Sunday, 31 May 2009

Arbitrary conviscation is a good thing

OK, maybe that is a little provocative. But here's the reasoning. Any effective special resolution regime for banks has to intervene early. That means sometimes seizing banks (particularly too big to fail banks) which are well capitalised and liquid because the supervisor thinks that it is better for the system to act now than to wait. They need to have the power to do that.

How would such a regime work? Broadly the regulator would monitor signs of stress: capital ratios, ease and cost of funding, stress tests, loan performance and so on. The range of indicators should be broad, and over time more can be developed. If one or more of these gauges suggest a looming problem, or just because the regulator thinks it wise, the bank would be seized. Either it would be sold to a stronger, well capitalised peer or a good bank/bad bank split would be made, with shareholders ending up with a stake in the bad bank. (I prefer the latter as the former tends make big banks bigger, something I think is a bad thing.)

The result of this kind of power is events like the takeover of WaMu. Some people claim that this was unfair and unwarranted. (See here for John Hempton's take on the FDIC's action here. I don't know enough of the details to know if John's account is fair, but he certainly makes some interesting points.) But even if a seizure is arbitrary, I still think that the supervisor needs to have the power to do this kind of thing, and that that power should be exercised if there is a reasonable suspicion - no more - that the bank is in trouble.

Why? Well because if banks thought that this really was likely, they would take more care to stay safe. Conviscation is an effective moral hazard prevention mechanism. Providing that shareholders know that their rights can be voided by the regulator more or less whenever they like, they will demand that banks are run in a demonstrably prudent fashion. What's not to like about arbitrary conviscation?

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3 Comments:

Blogger Phobos said...

Powerabuse but with strict rules this idea sounds quite good.

8:19 pm  
Blogger Dave said...

I get the idea, but I'm not sure that it needs to be "arbitrary" or "confiscation".

If the indicators - and the thresholds for intervention - are publicly known and the regulator is required to intervene whenever a threshold is breached, this is not arbitrary (except to the extent that the thresholds are arbitrary - but that is true of all regulation).

If the regulator then forces a good-bank bad-bank split, this does not confiscate any assets, it simply reorganises them.

I agree that the buyout alternative is unhelpful, as it can make a too-big-too-fail bank part of an even bigger bank. Furthermore, a forced buyout does represent a confiscation.

One thing that mystifies me. Why don't banks voluntarily restructure themselves into good-bank bad-bank? This would seem likely to benefit shareholders. Would there be problems with the bondholders?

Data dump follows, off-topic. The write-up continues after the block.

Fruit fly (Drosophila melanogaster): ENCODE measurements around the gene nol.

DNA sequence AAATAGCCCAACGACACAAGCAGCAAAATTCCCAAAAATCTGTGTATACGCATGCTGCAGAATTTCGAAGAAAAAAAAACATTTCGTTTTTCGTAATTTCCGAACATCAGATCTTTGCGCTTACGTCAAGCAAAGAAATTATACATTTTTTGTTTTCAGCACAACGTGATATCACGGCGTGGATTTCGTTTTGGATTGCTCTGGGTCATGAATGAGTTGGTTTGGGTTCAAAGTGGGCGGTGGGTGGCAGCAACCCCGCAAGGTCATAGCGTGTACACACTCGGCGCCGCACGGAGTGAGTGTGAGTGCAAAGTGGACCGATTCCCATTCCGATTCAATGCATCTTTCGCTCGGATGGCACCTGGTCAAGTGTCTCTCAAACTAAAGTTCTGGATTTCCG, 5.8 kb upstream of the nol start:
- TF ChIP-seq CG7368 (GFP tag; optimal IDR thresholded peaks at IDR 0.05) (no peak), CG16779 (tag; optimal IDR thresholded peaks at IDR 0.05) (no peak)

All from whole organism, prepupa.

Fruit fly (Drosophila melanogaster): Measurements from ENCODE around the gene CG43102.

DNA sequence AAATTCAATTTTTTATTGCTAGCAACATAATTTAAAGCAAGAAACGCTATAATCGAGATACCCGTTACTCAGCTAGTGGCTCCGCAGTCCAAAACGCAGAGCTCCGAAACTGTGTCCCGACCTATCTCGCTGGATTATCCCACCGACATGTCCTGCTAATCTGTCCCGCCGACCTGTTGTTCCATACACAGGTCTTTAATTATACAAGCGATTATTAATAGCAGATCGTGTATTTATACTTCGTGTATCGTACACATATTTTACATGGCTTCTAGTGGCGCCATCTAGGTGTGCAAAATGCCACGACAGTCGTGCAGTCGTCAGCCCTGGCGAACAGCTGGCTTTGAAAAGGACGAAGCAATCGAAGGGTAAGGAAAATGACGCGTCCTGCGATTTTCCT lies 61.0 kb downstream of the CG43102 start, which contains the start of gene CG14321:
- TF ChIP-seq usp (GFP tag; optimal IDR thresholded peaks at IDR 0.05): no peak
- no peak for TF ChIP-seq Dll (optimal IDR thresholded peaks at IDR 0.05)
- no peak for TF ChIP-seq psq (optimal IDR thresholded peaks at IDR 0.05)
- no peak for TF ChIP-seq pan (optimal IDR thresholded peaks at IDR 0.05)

11:56 pm  
Blogger David Murphy said...

Dave -- Partly the title was a provocation, but partly I used 'arbitrary conviscation' to emphasise that regulatory action is something that can (and should) deprive existing shareholders of their rights, and they should get used to it. In some quarters at least the mantra of shareholder rights runs deep - look at the hedge funds sueing the UK treasury over Northern Rock - and it is worth pointing out how damaging this model can be to financial stability.

One thing that mystifies me. Why don't banks voluntarily restructure themselves into good-bank bad-bank? This would seem likely to benefit shareholders. Would there be problems with the bondholders?One of the points of bad bank/good bank is that you remove the banking license from the bad bank so that it cannot take deposits or make more loans, and debt holders end up with a claim at least partially on bad bank. Given that the option to carry on doing business is very valuable (especially in a yield curve environment like the current one where the pickup from lending long and borrowing short is big), bond holders are not very keen on the idea. Most bond covenants would in fact not permit it - so the split can only happen if the regulator steps in and enforces it.

Finally, I'm not sure that it is good for shareholders. Lehman in 98 is a good example - after LTCM, they were in almost as much trouble as in 2008. But they insisted they were OK, rebuffed regulatory scrutiny (this was the SEC remember, not the FDIC), and marked their assets optimistically. That worked: the assets did perform (or at least enough of them did), and they eventually rose back to where they were marked. If Lehman had said 'boy, we're really screwed', and split into bad investment bank/good IB, I suspect that the shareholders would have been wiped out, as Lehman's repo and CP funding would have disappeared. The confidence element is important: it is in shareholders' interest for banks to act as if they are fine even if they are not.

8:31 am  

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